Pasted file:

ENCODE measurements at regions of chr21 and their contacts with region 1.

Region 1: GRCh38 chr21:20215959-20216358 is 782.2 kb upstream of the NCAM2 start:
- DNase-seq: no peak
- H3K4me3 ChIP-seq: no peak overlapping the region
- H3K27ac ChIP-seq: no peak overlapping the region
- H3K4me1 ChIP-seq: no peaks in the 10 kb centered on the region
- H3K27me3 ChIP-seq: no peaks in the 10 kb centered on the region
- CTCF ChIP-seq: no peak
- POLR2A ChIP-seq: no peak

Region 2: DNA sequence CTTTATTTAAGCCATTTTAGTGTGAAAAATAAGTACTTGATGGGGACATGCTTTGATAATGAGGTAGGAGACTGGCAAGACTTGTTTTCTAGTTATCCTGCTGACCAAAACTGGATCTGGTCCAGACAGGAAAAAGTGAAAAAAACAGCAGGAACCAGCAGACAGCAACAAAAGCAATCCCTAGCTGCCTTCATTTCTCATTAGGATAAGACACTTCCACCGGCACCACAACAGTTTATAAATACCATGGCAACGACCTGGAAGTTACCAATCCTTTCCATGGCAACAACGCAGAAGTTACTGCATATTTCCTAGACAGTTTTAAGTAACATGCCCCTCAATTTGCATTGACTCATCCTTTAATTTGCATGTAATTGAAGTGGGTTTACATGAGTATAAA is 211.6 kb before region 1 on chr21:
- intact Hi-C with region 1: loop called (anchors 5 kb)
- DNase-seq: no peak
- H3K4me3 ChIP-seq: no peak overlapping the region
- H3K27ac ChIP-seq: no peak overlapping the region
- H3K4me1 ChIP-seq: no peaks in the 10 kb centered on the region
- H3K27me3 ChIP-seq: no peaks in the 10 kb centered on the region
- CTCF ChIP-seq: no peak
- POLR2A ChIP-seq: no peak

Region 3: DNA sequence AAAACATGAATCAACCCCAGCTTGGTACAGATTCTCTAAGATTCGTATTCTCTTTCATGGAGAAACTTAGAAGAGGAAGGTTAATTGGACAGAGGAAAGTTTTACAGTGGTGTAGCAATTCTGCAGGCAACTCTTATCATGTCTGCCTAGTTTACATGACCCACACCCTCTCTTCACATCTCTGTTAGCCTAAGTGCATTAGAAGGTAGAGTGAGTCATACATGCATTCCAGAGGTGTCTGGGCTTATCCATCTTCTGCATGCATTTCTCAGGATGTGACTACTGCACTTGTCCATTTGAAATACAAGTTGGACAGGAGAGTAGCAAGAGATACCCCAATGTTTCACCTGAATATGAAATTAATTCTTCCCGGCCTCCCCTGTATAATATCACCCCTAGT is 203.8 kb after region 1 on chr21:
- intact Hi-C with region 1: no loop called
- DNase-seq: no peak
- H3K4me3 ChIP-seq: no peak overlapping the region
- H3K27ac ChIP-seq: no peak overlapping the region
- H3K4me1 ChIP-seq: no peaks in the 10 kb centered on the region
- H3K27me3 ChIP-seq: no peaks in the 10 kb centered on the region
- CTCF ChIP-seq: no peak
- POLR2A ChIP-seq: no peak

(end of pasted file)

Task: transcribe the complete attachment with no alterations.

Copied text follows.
ENCODE measurements at regions of chr21 and their contacts with region 1.

Region 1: GRCh38 chr21:20215959-20216358 is 782.2 kb upstream of the NCAM2 start:
- DNase-seq: no peak
- H3K4me3 ChIP-seq: no peak overlapping the region
- H3K27ac ChIP-seq: no peak overlapping the region
- H3K4me1 ChIP-seq: no peaks in the 10 kb centered on the region
- H3K27me3 ChIP-seq: no peaks in the 10 kb centered on the region
- CTCF ChIP-seq: no peak
- POLR2A ChIP-seq: no peak

Region 2: DNA sequence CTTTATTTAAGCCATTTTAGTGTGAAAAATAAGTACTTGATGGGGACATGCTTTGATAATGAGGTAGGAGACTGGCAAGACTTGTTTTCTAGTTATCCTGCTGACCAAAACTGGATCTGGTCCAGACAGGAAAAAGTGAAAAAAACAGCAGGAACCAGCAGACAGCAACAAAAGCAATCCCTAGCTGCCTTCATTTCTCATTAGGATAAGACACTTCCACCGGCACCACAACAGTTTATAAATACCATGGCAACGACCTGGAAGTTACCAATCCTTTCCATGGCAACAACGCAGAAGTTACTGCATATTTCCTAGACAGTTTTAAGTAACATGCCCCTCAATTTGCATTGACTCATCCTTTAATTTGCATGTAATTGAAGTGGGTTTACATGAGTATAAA is 211.6 kb before region 1 on chr21:
- intact Hi-C with region 1: loop called (anchors 5 kb)
- DNase-seq: no peak
- H3K4me3 ChIP-seq: no peak overlapping the region
- H3K27ac ChIP-seq: no peak overlapping the region
- H3K4me1 ChIP-seq: no peaks in the 10 kb centered on the region
- H3K27me3 ChIP-seq: no peaks in the 10 kb centered on the region
- CTCF ChIP-seq: no peak
- POLR2A ChIP-seq: no peak

Region 3: DNA sequence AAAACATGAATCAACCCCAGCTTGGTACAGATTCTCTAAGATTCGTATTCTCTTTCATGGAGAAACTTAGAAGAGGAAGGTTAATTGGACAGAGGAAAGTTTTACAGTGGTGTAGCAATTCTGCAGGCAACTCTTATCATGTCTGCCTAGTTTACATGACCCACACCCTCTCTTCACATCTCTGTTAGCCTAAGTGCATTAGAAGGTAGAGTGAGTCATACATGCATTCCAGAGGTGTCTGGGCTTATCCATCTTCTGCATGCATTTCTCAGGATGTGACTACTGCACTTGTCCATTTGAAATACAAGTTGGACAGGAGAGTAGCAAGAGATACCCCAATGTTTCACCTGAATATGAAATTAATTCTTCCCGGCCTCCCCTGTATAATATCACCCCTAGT is 203.8 kb after region 1 on chr21:
- intact Hi-C with region 1: no loop called
- DNase-seq: no peak
- H3K4me3 ChIP-seq: no peak overlapping the region
- H3K27ac ChIP-seq: no peak overlapping the region
- H3K4me1 ChIP-seq: no peaks in the 10 kb centered on the region
- H3K27me3 ChIP-seq: no peaks in the 10 kb centered on the region
- CTCF ChIP-seq: no peak
- POLR2A ChIP-seq: no peak